The Color Purple . . . and Blue . . . and Red
The Color Purple . . . and Blue . . . and Red
This week's parashah seems, at first glance, to be a rather pedantic listing of the items needed for the construction of the Mishkan . At one level of understanding, it may simply be what it appears to be—specifically, a"shopping list" of items sought from donors. But could there be a purpose in specifying the particular kind of wood, varieties of precious metals, and colors of yarn?
The first items sought are"gold, silver, and copper" (Exodus 25:3). Rashi says that gold and copper were voluntary donations but that silver was an obligatory gift. Other classic commentators, however, indicate that the reason for the order is to allow those at every level of financial means to give an appropriate level of support. The word"offering" is made in the singular ( V'zot hat'rumah ,“And this is the offering") to teach that whether one gives much or little, as long one's heart is directed to heaven, it is considered the same (see Rabbi Baruch Abba Rakovsky on Exodus 25:3, in Itturei Torah, vol. 2, compiled by Aharon Yaakov Greenberg [Tel Aviv: Yavneh Publishing House, 1995], p. 207). This idea of the intention of giving being critical and of each person donating according to his or her means is a theme that dominates Jewish thought. This concept is even reflected in synagogue architecture. In the Rama synagogue in Kazmierz (Krakow), Poland, there is a slot for tzedakah at the door that opens into the sanctuary. Above the slot are the words"gold, silver, and copper," a not too subtle reminder that a donation of any size is appreciated.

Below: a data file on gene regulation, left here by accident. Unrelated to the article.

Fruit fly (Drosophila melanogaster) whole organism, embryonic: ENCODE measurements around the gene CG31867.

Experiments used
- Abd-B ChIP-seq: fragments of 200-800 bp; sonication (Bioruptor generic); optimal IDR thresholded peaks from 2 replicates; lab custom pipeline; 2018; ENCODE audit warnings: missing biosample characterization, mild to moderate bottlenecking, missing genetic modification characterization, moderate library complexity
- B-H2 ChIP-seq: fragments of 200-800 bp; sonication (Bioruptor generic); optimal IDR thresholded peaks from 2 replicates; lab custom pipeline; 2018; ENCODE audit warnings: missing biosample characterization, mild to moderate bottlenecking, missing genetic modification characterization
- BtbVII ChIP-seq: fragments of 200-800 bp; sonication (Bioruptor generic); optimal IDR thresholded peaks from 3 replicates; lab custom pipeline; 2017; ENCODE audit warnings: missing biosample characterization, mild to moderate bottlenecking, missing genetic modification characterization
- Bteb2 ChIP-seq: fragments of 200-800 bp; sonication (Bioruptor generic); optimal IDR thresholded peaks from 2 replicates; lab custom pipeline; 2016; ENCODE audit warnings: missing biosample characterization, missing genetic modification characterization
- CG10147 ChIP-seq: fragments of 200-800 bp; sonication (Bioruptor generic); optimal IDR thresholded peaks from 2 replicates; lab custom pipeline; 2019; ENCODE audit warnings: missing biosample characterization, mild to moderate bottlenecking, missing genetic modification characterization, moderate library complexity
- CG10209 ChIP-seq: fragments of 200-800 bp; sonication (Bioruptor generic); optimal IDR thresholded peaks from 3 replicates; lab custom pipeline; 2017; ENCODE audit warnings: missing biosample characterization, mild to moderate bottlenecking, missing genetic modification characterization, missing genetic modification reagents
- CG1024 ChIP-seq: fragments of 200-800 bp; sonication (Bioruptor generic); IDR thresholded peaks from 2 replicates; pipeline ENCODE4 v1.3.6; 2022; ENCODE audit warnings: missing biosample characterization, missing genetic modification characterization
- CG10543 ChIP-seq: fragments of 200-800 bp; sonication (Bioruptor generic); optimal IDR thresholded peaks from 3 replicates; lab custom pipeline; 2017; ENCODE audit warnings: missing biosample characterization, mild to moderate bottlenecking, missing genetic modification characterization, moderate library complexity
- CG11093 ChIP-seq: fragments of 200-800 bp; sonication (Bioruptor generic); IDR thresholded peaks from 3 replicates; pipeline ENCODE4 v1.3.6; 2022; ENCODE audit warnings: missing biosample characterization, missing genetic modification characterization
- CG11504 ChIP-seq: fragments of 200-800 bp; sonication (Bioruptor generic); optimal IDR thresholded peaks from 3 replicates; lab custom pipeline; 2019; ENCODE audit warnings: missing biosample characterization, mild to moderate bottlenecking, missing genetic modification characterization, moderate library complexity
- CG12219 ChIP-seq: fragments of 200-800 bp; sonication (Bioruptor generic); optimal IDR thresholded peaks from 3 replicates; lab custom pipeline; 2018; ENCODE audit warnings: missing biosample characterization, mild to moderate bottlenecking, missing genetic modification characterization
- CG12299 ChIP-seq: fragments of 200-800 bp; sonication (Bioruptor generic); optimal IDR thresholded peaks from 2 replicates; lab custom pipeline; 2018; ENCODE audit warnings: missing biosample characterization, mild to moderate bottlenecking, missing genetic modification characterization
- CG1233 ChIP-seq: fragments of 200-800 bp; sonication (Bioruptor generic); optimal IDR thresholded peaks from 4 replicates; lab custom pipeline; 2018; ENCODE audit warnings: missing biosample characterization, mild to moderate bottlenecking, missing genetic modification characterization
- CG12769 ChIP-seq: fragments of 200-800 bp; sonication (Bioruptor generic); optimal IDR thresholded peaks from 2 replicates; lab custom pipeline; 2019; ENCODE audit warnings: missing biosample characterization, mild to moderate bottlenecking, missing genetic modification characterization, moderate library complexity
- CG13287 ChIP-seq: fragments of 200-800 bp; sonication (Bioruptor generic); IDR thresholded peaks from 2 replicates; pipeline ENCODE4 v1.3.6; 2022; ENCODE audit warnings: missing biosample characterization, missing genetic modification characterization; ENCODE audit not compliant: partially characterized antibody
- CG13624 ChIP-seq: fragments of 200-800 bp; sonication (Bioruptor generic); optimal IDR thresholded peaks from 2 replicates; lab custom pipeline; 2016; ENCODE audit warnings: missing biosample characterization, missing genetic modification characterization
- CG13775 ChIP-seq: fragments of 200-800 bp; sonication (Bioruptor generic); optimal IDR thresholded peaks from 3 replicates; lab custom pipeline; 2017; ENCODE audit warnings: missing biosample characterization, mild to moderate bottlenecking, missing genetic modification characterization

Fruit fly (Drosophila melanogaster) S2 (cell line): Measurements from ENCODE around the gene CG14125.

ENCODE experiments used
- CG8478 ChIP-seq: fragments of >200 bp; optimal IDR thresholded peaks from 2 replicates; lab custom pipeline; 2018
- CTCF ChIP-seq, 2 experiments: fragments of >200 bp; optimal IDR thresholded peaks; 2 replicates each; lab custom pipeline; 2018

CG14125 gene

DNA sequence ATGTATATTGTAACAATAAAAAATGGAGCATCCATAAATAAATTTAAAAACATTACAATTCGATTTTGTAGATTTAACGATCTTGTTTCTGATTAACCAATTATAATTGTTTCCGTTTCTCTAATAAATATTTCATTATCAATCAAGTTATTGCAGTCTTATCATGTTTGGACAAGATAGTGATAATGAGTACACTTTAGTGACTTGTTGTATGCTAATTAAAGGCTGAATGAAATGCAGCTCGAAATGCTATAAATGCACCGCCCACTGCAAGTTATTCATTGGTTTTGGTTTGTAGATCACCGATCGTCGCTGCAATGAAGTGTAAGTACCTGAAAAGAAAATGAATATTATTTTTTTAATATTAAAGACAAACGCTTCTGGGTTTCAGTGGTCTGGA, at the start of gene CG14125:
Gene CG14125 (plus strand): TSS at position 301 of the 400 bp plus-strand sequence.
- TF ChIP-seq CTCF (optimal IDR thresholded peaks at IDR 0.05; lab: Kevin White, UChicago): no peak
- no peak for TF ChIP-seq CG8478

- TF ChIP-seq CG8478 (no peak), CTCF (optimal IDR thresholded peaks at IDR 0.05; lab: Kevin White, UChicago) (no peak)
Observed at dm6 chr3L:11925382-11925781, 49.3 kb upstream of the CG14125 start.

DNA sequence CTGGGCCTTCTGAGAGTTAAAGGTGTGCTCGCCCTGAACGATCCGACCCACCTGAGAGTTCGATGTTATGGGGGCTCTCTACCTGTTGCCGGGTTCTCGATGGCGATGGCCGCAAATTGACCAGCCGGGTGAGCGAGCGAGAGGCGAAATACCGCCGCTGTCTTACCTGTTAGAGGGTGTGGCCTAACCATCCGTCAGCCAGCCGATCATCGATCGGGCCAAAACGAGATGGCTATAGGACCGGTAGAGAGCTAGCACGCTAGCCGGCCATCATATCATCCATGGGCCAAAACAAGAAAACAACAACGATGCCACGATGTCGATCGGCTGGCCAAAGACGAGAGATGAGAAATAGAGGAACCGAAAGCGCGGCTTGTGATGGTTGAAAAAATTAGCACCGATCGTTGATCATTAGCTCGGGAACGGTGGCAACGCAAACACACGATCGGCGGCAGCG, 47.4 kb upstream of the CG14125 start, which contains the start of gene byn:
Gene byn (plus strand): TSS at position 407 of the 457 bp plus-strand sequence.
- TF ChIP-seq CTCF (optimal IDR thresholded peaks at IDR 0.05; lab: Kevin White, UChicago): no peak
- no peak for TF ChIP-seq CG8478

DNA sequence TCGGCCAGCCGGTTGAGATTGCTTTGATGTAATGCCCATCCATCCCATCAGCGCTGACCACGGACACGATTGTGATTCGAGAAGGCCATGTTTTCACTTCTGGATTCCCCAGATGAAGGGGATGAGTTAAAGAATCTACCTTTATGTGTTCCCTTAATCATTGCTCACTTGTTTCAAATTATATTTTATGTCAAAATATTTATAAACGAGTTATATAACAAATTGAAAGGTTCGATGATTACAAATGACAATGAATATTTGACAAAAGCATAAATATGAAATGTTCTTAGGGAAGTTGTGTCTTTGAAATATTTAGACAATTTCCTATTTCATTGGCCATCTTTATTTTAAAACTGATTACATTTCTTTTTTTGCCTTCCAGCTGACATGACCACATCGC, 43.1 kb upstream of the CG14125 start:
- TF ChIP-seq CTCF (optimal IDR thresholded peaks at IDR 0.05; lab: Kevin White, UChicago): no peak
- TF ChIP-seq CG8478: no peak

Immediately after listing the metals to be brought, the parashah lists the colored yarns:"blue, purple, and crimson" (Exodus 25:4). Much of the commentary on these colors describes either their derivation or the meaning of the individual color's shading. For example, Rabbi Meir (second century) connects blue to the sea, sky, and"heavenly throne" (Babylonian Talmud, M'nachot 43b). Also commenting on Exodus 25:4, Rabbi Shmuel ben Meir (twelfth century) sees crimson as a reminder of how sin can be forgiven (alluded to by Isaiah 1:18). And in ancient days, purple as well as crimson, was a sign of nobility, no doubt because of how expensive the dye was to produce (see Lamentations 4:5 and Benno Jacob, Exodus [Jersey City, NJ: Ktav Publishing House, 1992], p. 766).
Few, however, comment on the relationship of the colors to one another or why these three specific colors were to be used. The Torah: A Women's Commentary (ed. Tamara Cohn Eskenazi and Andrea L. Weiss [New York: URJ Press, 2008], p. 453) states,"These three colors are probably listed in order of costliness," an echo of the listing of precious metals, although no source is given for this assumption.
I would suggest that the colors have two levels of meaning, both implying the need for separation and unity:
- The colors allude to the masculine and feminine aspects. Red is often associated with women. The color of blood, it is naturally connected with a woman's cycle. Blue, the color of the single string of the tallit , was traditionally worn only by men. And purple? It is the mixture of the two together—a reminder that it is not only the unique ways we seek God, but also what we share in our search that is important.